African Civil Society Says NO to a New Green Revolution for Africa

Eric Holt-Giménez | 02.02.2007

At the recent World Social Forum in Nairobi, Kenya, African civil society rejected the Rockefeller and Bill & Melinda Gates Foundation’s $150 million Alliance for a Green Revolution in Africa—AGRA.

The creators of AGRA promise to bring benefits to the African continent’s 180 million impoverished farmers who—they claim—have until now been bypassed by the first Green Revolution. But in a statement signed by over 70 organizations, African farmers unions and sustainable agricultural development NGOs criticized AGRA for its industry-driven, chemically-dependent approach to production, and accused the foundations of using hunger to introduce genetically modified crops into the continent.

AGRA directors have yet to consult farmers’ organizations, and have patently ignored successful, farmer-driven experiences in sustainable agriculture.

Farmers’ resistance is understandable. The specious assertion that the Green Revolution “missed” Africa is disproved by the fact that over the last twenty years, the CGIAR—which brings together all the key Green Revolution research institutions—has invested 40-45% of their $350 million-a-year budget in Africa. If these public funds were not invested in a Green Revolution for Africa, then where were they spent? If they were spent on the Green Revolution, then why does Africa need another one? Either the Green Revolution’s institutions don’t work, or the Green Revolution itself doesn’t work—or both. The Green Revolution did not “bypass” Africa. It failed. Because AGRA ignores, misinterprets, and misrepresents the harsh lessons of the first Green Revolution’s multiple failures, it will likely worsen, rather than alleviate hunger. (To read more about why it will fail go to /files/pubs/policy/pb12.html)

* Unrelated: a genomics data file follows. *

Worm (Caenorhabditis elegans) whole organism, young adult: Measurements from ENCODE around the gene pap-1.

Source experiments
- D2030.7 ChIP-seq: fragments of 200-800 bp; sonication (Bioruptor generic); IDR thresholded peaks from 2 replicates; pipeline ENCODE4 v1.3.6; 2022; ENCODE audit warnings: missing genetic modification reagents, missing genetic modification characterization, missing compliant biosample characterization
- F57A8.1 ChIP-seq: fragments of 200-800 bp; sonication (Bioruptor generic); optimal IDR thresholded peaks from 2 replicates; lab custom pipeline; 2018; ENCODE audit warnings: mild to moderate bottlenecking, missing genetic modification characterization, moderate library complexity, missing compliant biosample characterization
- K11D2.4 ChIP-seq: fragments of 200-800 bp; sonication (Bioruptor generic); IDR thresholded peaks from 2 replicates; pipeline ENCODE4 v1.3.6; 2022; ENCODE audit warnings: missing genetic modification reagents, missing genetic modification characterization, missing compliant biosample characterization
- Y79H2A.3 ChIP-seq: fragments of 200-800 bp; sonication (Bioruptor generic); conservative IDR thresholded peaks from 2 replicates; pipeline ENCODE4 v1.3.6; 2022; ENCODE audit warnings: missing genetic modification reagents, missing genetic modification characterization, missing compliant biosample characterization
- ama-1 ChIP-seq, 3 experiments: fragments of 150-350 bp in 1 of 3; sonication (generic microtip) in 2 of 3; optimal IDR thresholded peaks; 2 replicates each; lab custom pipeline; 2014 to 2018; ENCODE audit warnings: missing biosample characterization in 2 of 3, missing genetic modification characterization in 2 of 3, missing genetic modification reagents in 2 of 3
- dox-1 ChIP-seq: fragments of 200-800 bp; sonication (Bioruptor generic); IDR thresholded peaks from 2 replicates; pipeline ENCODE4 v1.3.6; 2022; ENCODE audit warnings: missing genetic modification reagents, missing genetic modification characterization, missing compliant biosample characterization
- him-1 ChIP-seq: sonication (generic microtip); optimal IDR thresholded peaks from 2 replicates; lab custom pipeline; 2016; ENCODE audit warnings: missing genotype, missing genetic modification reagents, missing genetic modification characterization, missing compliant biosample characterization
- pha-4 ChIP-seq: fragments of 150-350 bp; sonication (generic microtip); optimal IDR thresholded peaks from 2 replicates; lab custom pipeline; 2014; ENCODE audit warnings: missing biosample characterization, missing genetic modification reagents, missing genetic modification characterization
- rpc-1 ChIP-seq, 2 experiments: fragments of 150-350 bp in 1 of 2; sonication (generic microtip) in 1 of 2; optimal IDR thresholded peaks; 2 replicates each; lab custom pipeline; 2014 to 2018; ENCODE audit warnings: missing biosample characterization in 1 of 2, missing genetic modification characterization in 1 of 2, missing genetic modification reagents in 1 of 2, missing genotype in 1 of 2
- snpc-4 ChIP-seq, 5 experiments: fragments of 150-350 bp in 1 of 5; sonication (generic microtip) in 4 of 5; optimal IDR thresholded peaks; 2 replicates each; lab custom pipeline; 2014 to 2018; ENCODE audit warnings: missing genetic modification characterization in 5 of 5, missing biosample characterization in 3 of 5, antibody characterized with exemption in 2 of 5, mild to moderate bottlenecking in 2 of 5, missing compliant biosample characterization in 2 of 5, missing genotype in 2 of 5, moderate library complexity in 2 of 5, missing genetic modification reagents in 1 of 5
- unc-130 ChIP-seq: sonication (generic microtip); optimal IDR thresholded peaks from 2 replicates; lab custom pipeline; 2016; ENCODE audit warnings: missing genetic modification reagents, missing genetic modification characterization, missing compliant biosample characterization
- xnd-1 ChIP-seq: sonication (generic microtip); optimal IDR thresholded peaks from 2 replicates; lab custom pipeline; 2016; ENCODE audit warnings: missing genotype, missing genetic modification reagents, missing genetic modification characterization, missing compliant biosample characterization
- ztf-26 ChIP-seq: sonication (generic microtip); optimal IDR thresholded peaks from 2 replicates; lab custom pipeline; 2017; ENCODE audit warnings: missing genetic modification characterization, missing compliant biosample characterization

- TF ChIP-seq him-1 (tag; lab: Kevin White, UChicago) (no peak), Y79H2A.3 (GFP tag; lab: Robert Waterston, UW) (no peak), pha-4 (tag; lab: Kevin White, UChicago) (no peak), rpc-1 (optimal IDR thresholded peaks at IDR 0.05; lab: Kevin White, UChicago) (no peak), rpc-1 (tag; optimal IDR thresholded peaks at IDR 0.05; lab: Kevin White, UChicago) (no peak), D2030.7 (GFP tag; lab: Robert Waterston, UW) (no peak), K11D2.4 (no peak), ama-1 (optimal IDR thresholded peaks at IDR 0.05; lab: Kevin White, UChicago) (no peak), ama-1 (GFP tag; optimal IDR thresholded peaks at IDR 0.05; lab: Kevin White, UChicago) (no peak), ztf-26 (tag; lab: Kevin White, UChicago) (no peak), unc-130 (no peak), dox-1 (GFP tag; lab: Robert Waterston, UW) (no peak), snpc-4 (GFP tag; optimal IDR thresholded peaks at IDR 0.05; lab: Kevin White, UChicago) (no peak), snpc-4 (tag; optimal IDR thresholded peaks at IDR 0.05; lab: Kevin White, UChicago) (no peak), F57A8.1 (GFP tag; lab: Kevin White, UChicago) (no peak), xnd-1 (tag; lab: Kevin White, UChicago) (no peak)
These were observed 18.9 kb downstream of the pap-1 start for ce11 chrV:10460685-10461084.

AGRA directors have yet to consult farmers’ organizations, and have patently ignored successful, farmer-driven experiences in sustainable agriculture.

Lawrence Sismka a representative of PELUM (Participatory Ecological Land Use Management), a regional network of 160 African NGOs working in sustainable agricultural development, called for an effort to create a platform of debate and discussion between AGRA, African farmers-led organizations, and civil society to share the thoughts and priorities of farmers. “There are great examples of farmers-led alternative development initiatives that are environmentally sound, sustainable, and need to be supported and encouraged,” he said.

Mrs. Mujuri Sarah of Volunteer Efforts for Development Concerns (VEDCO) Uganda said, “If the Bill Gates and Rockefeller foundation is going to introduce this plan, it is going to have a heavy consequences on environment, the indigenous seed preserving culture of farmers, and also possible social costs… everybody should do a persistent campaign against the plan and say no for Green Revolution.”

In the coming months, African groups and their international allies will be mounting campaigns and initiatives to monitor, inform and challenge AGRA. The initiative will also be addressed at the upcoming Via Campesina conference on Food Sovereignty in Bamako Mali, February 21-27. Northern organizations working on hunger, sustainable agriculture and food sovereignty can join these efforts by informing themselves and helping to amplify farmers’ voices in Africa’s agricultural development debate.

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